Blockchain teething problems are just history repeating itself
Every technological advancement has caused excitement, controversy, and disruption. And blockchain is no exception.
Nearly a decade after the release of Bitcoin, cryptocurrencies have yet to achieve widespread adoption. But in a very short time, the technology underpinning them has moved beyond payments to a wide range of applications including logistics, authentication, and smart contracts.
This rise to prominence has inevitably sparked a backlash in some quarters. Whilst many say blockchain is an incredible technology that, if applied appropriately, can dramatically transform businesses across various sectors, others dismiss it as a classic case of “tech for tech’s sake”.
For instance, last week American economist Nouriel Roubini claimed that crypto is the mother of all scams and (now busted) bubbles, while blockchain is the most over-hyped technology ever, no better than a spreadsheet/database.
In written testimony for the Hearing on Cryptocurrencies and Blockchain at the US Senate Banking Committee, Roubini, known as Doctor Doom for his role in predicting the 2008 financial crisis, observed that the banking sector has been undergoing a revolution.
But the driving force is not blockchain applications such as Bitcoin. Rather, it is artificial intelligence, big data, and the internet of things.
As to why blockchain is no better than an Excel spreadsheet or database, he claims that no bank, corporation, non-profit, government or charity would put on public, decentralized, peer-to-peer permission-less, trust-less, distributed ledgers its balance sheet, P&L, transactions, trades, interactions with clients and suppliers.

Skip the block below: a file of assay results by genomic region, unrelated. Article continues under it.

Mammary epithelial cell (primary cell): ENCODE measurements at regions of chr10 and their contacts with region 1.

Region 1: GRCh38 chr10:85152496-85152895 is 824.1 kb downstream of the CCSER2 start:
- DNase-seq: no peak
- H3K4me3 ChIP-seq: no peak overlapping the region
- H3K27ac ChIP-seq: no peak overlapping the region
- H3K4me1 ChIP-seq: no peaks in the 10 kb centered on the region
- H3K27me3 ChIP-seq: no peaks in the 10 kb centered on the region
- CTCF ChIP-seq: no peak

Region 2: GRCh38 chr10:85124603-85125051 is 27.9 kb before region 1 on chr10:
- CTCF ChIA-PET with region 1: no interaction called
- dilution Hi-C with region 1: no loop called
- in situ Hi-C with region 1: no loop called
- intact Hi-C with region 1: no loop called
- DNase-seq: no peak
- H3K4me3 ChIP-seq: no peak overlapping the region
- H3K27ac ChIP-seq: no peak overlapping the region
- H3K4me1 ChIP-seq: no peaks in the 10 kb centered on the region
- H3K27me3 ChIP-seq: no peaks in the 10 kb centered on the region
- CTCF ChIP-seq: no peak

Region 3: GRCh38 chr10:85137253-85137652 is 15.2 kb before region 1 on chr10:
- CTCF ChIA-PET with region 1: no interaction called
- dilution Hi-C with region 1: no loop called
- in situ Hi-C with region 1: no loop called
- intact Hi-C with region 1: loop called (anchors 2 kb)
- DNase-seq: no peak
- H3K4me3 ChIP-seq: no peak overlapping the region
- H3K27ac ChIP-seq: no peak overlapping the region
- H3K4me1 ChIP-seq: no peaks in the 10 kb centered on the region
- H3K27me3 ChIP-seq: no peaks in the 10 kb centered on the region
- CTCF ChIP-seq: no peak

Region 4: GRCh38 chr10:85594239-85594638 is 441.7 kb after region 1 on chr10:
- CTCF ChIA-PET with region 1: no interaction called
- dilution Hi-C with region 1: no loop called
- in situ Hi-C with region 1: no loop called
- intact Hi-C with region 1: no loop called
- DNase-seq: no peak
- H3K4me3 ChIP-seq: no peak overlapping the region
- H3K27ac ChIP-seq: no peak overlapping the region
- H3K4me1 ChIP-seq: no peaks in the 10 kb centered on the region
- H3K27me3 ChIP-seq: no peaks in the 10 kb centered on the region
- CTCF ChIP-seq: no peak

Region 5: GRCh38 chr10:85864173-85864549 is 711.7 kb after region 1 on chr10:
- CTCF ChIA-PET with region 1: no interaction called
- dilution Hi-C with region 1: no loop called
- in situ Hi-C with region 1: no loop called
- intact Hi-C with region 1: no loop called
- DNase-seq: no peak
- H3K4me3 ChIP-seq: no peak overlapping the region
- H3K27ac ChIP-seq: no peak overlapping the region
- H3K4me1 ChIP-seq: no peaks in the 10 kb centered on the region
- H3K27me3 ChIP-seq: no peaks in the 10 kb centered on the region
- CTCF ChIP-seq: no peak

Meanwhile, a new Juniper Research report casts doubts on the longer term prospects for Bitcoin, due both to closer regulatory scrutiny and, ultimately, the rationale behind its valuation.
Bitcoin has no intrinsic value, the report states. Like any asset, it is worth whatever someone is prepared to pay for it, but it has no meaning or existence beyond the confines of the ledger. It is a bubble, and there is a strong possibility that this bubble could burst in the near future.
Countering the cynics
Let’s not forget that we’re still in the nascent years of blockchain. Some of the runners and riders, such as those making ridiculously overblown claims about their ICOs, platforms, services etc., leave a lot to be desired. Nonetheless, the technology could well transform various industries, ushering in a more decentralized and transparent world.
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It will take time, however. This space urgently needs to build trust, which, as deVere Group boss Nigel Green recently argued, is routinely compromised by crypto demagogues who make wild and unsubstantiated claims.
Cynics from high-profile financial institutions are also a problem. These are likely to either have vested interests in maintaining the status quo or have no understanding and/or no desire to understand the shift in power taking place right now.
This won’t be easy and mistakes will be made along the way. The same thing happened following the birth of the internet. To quote those all-knowing Swedish popsters, ABBA: the history book on the shelf is always repeating itself.
3 April 2020